New Zealanders can trust the voting system New Zealanders can trust the voting system
Voting starts in New Zealand’s General Election on 11 September and goes through to election day on 23 September. New Zealanders can trust the voting system

The top official at the Electoral Commission, Alicia Wright, says that New Zealand voters can be confident that when they head to the polls in September that their vote will be secret and that their vote will count.

Voting starts in New Zealand’s General Election on 11 September and goes through to election day on 23 September.

“New Zealanders who are new to our voting system might have questions about how the system works,” says Chief Electoral Officer, Alicia Wright. “I can assure them that it is a robust and secure system and that they should feel comfortable casting their vote.”

One of the jobs of the Electoral Commission is to keep the electoral roll up to date. It is a legal requirement for eligible voters to be on the electoral roll.

When enrolling people are asked a number of questions including their name, date of birth, residential and postal addresses, and occupation. The information helps avoid mix-ups with other voters who have the same name. The only details published on the electoral roll are a person’s name, the address where they live and their occupation. The other details are not made public.

“When it comes to the security of the vote we have an excellent record,” says Ms Wright. “Transparency International rates New Zealand as one of the least corrupt countries in the world and our robust and trustworthy voting system is a big part of that.”“In the last election 2,446,279 votes were cast,” says Ms Wright. “Voter fraud is rare and we have systems in place to identify it when it happens.”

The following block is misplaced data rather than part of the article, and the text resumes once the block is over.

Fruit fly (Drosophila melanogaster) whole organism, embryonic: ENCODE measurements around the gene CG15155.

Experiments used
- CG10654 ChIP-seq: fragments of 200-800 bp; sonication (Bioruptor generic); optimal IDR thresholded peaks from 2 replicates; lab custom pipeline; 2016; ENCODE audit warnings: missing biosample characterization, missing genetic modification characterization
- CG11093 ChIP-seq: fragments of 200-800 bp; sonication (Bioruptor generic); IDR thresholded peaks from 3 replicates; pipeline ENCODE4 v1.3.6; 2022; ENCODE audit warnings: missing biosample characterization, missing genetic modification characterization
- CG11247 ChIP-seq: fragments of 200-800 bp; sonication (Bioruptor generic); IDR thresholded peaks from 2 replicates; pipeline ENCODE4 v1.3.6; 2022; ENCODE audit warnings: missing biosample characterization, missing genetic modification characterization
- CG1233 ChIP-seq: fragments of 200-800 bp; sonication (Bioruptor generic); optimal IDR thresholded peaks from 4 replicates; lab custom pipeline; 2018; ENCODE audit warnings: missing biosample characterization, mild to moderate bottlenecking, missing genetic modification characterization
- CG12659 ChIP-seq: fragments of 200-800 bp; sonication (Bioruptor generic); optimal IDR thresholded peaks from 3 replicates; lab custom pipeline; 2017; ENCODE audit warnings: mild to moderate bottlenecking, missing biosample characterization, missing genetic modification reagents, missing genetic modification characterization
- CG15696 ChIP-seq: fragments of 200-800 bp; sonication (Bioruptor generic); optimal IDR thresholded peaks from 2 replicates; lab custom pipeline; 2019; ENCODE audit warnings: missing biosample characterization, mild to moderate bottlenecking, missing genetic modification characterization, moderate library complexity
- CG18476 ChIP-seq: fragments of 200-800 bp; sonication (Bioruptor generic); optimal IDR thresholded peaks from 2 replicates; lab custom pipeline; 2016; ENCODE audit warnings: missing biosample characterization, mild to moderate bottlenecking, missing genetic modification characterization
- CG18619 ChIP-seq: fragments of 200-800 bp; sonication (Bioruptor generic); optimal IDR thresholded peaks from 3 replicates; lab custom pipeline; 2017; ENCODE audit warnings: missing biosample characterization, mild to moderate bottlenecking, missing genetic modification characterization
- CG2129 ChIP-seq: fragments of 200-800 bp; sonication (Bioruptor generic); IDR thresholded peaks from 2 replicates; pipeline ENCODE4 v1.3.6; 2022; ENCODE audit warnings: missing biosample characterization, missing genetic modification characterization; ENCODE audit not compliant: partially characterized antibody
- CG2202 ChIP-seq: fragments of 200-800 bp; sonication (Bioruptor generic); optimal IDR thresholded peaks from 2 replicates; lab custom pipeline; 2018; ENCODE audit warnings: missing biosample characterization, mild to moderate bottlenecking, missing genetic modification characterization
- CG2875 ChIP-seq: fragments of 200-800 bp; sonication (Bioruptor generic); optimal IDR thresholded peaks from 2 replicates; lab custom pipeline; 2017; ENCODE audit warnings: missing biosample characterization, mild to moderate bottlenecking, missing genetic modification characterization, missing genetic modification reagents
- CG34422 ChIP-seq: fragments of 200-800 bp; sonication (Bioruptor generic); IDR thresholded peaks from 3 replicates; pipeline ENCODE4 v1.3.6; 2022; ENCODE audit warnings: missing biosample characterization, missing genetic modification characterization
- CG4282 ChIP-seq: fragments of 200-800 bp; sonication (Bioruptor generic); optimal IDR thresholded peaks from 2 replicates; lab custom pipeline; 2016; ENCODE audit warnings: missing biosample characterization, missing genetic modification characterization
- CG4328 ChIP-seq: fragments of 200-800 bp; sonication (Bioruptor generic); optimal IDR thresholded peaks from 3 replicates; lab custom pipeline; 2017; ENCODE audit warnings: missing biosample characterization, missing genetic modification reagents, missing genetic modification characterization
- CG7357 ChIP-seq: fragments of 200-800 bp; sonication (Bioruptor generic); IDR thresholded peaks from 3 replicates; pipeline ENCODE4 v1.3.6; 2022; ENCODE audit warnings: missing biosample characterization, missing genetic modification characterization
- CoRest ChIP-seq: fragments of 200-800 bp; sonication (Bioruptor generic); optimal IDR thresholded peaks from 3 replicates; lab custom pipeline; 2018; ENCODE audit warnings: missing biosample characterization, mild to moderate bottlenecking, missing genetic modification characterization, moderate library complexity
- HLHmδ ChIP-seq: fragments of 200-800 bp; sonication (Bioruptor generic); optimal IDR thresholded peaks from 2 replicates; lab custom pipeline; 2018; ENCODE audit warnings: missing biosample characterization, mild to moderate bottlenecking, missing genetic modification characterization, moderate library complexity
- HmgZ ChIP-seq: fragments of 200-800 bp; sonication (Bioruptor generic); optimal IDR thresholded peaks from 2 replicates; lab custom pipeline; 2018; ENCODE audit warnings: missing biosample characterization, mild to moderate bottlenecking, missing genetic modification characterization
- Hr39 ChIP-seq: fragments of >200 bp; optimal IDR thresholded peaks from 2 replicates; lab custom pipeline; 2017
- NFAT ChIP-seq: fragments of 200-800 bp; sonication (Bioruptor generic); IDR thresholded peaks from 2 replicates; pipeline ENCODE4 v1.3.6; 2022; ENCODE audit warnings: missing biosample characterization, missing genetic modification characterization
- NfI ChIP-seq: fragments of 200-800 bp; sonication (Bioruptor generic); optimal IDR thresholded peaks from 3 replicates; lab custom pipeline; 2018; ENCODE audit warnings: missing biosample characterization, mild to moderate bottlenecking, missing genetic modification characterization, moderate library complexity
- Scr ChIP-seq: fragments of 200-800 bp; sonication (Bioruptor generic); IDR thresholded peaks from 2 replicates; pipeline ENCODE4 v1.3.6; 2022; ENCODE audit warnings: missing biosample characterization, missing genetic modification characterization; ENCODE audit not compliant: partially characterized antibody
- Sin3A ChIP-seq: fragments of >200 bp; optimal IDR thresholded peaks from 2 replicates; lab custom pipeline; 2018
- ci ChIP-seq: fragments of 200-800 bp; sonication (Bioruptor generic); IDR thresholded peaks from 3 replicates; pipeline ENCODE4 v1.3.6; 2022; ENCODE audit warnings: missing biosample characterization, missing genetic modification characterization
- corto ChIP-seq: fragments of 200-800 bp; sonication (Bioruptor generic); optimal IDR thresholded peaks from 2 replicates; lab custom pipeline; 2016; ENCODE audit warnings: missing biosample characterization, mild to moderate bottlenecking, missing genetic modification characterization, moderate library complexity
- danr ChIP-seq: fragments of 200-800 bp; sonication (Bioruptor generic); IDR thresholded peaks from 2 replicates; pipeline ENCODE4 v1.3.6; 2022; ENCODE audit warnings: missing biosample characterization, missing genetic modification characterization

Electoral rolls are checked to identify people who appear to have voted more than once and those cases are referred to the Police. In the 2014 General Election 126 cases were referred to the Police.

New Zealand has had a secret ballot for nearly 150 years since 1870 and many steps are taken to ensure that no one knows how another person has voted. Voters mark their ballot paper behind a private screen and then place the ballot paper in a box that remains sealed until the votes are counted. There is no information on the ballot paper that can readily identify who the voter is.

Ballot papers are counted twice; the first time on election night and then again in a detailed official count that takes two weeks. The count is done in the presence of Justices of the Peace and party or candidate scrutineers, who can observe and check that everything is done as it should be.

After the official count, all used ballot papers are held in sealed packages in a secure location. They are kept locked away for six months in case they are needed for a recount. After six months the packages are destroyed, unopened.

“Over the next few weeks the public will see parties and candidates campaigning for votes,” says Ms Wright. “There are also checks and balances in our system to promote a fair campaign.”
Clear campaign rules are set out in the law for political parties, candidates and third parties around election advertising, spending limits and declarations of donations and expenses. These declarations provide the public with information about their election activities.

“Voters can trust the New Zealand electoral system. We want all eligible voters to take part in the coming election and have their say on who will represent them in Parliament for the next three years.”

To be eligible to enrol and vote a person must be 18 years old or older, be a New Zealand Citizen or permanent resident and have lived in New Zealand for one year or more continuously at some point.

More information about enrolling and voting is available in 27 different languages at www.elections.org.nz.

Brought to you by the Electoral Commission.

Mel Fernandez

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